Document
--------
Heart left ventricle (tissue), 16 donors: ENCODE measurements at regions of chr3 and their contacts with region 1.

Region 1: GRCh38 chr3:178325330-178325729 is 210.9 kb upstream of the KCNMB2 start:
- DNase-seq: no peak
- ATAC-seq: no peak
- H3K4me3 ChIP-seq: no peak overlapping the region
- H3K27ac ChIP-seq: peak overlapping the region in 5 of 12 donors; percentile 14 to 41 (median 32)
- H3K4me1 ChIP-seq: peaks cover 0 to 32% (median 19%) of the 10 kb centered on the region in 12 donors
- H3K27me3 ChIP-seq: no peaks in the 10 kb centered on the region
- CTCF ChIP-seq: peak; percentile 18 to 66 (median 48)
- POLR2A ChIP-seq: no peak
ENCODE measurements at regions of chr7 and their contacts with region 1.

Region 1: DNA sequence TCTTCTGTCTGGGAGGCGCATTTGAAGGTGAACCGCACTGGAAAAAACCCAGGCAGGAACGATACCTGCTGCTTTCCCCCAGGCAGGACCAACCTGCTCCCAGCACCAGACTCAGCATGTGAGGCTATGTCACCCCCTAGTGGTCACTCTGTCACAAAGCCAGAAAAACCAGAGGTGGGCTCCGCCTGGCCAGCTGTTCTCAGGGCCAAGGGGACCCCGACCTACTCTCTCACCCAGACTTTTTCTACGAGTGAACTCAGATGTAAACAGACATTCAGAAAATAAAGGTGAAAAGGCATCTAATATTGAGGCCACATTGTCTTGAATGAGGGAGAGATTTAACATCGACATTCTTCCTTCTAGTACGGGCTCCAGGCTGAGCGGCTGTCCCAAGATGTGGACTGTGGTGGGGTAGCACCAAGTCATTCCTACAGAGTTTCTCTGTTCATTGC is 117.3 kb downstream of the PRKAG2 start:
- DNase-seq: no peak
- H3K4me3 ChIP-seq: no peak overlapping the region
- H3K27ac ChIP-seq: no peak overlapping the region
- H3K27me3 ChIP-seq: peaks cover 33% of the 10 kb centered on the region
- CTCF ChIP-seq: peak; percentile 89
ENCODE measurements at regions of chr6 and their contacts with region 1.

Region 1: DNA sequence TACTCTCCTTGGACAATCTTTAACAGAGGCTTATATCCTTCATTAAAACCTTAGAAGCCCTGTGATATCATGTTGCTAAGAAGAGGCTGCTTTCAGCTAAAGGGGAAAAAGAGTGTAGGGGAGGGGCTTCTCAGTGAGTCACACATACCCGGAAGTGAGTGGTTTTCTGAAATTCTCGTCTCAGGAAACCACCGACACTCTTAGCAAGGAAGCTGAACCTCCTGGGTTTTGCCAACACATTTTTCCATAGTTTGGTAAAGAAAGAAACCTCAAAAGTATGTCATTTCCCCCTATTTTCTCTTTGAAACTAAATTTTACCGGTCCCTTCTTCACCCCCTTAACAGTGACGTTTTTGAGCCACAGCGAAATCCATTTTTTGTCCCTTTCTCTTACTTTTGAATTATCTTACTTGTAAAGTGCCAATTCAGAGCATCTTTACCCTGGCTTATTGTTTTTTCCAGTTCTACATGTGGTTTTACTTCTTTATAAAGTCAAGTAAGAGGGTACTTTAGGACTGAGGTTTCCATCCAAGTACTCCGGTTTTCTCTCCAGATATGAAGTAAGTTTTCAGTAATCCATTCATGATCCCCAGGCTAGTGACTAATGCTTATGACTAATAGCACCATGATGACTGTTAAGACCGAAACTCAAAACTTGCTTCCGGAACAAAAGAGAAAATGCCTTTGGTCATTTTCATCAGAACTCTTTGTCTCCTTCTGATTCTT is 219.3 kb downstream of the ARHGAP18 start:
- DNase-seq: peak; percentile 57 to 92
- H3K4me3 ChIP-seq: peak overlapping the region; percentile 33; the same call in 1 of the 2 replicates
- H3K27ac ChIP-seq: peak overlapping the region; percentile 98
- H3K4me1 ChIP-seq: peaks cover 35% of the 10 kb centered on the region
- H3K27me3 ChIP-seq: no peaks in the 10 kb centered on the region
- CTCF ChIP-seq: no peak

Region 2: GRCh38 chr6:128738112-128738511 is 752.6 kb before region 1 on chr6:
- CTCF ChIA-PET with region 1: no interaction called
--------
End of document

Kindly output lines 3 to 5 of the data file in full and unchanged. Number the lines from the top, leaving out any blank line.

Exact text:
- DNase-seq: no peak
- ATAC-seq: no peak
- H3K4me3 ChIP-seq: no peak overlapping the region